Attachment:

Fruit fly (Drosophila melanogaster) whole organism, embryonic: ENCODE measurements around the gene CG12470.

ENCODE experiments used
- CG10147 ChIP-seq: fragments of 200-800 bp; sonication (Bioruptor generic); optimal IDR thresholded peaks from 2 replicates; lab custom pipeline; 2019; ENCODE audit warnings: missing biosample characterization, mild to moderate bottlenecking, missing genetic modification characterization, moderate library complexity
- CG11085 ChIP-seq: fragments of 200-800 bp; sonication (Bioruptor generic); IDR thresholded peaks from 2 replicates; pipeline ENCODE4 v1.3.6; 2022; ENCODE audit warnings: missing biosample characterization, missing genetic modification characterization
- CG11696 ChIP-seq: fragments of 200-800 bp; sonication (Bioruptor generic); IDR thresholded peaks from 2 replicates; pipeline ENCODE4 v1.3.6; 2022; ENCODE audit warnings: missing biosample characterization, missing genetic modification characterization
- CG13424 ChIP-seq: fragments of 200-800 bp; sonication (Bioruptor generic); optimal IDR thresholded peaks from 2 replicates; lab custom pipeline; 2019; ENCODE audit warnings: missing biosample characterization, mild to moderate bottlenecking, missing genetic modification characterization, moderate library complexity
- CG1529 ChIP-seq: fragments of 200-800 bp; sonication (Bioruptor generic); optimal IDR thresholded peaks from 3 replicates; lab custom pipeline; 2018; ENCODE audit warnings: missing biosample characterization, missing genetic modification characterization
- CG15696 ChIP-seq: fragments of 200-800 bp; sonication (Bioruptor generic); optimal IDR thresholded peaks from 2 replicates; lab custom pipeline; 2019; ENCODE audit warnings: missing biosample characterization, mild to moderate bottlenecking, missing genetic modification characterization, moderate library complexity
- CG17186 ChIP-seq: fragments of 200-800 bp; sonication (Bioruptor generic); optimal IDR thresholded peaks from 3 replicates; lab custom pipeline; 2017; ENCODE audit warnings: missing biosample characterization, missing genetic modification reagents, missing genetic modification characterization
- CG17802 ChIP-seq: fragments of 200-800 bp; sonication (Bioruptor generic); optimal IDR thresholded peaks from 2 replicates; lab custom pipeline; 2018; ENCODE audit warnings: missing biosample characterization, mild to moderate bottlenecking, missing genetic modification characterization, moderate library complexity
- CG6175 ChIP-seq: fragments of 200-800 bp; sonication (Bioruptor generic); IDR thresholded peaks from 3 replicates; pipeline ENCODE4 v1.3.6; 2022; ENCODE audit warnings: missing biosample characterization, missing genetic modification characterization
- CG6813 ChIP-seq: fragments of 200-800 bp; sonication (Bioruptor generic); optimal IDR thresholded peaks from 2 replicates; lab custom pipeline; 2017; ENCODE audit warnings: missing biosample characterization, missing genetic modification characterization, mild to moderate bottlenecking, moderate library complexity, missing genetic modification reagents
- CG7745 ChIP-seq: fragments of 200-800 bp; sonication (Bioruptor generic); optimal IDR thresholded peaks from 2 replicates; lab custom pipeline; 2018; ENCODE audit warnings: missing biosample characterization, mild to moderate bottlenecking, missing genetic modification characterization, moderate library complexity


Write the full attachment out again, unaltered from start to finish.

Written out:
Fruit fly (Drosophila melanogaster) whole organism, embryonic: ENCODE measurements around the gene CG12470.

ENCODE experiments used
- CG10147 ChIP-seq: fragments of 200-800 bp; sonication (Bioruptor generic); optimal IDR thresholded peaks from 2 replicates; lab custom pipeline; 2019; ENCODE audit warnings: missing biosample characterization, mild to moderate bottlenecking, missing genetic modification characterization, moderate library complexity
- CG11085 ChIP-seq: fragments of 200-800 bp; sonication (Bioruptor generic); IDR thresholded peaks from 2 replicates; pipeline ENCODE4 v1.3.6; 2022; ENCODE audit warnings: missing biosample characterization, missing genetic modification characterization
- CG11696 ChIP-seq: fragments of 200-800 bp; sonication (Bioruptor generic); IDR thresholded peaks from 2 replicates; pipeline ENCODE4 v1.3.6; 2022; ENCODE audit warnings: missing biosample characterization, missing genetic modification characterization
- CG13424 ChIP-seq: fragments of 200-800 bp; sonication (Bioruptor generic); optimal IDR thresholded peaks from 2 replicates; lab custom pipeline; 2019; ENCODE audit warnings: missing biosample characterization, mild to moderate bottlenecking, missing genetic modification characterization, moderate library complexity
- CG1529 ChIP-seq: fragments of 200-800 bp; sonication (Bioruptor generic); optimal IDR thresholded peaks from 3 replicates; lab custom pipeline; 2018; ENCODE audit warnings: missing biosample characterization, missing genetic modification characterization
- CG15696 ChIP-seq: fragments of 200-800 bp; sonication (Bioruptor generic); optimal IDR thresholded peaks from 2 replicates; lab custom pipeline; 2019; ENCODE audit warnings: missing biosample characterization, mild to moderate bottlenecking, missing genetic modification characterization, moderate library complexity
- CG17186 ChIP-seq: fragments of 200-800 bp; sonication (Bioruptor generic); optimal IDR thresholded peaks from 3 replicates; lab custom pipeline; 2017; ENCODE audit warnings: missing biosample characterization, missing genetic modification reagents, missing genetic modification characterization
- CG17802 ChIP-seq: fragments of 200-800 bp; sonication (Bioruptor generic); optimal IDR thresholded peaks from 2 replicates; lab custom pipeline; 2018; ENCODE audit warnings: missing biosample characterization, mild to moderate bottlenecking, missing genetic modification characterization, moderate library complexity
- CG6175 ChIP-seq: fragments of 200-800 bp; sonication (Bioruptor generic); IDR thresholded peaks from 3 replicates; pipeline ENCODE4 v1.3.6; 2022; ENCODE audit warnings: missing biosample characterization, missing genetic modification characterization
- CG6813 ChIP-seq: fragments of 200-800 bp; sonication (Bioruptor generic); optimal IDR thresholded peaks from 2 replicates; lab custom pipeline; 2017; ENCODE audit warnings: missing biosample characterization, missing genetic modification characterization, mild to moderate bottlenecking, moderate library complexity, missing genetic modification reagents
- CG7745 ChIP-seq: fragments of 200-800 bp; sonication (Bioruptor generic); optimal IDR thresholded peaks from 2 replicates; lab custom pipeline; 2018; ENCODE audit warnings: missing biosample characterization, mild to moderate bottlenecking, missing genetic modification characterization, moderate library complexity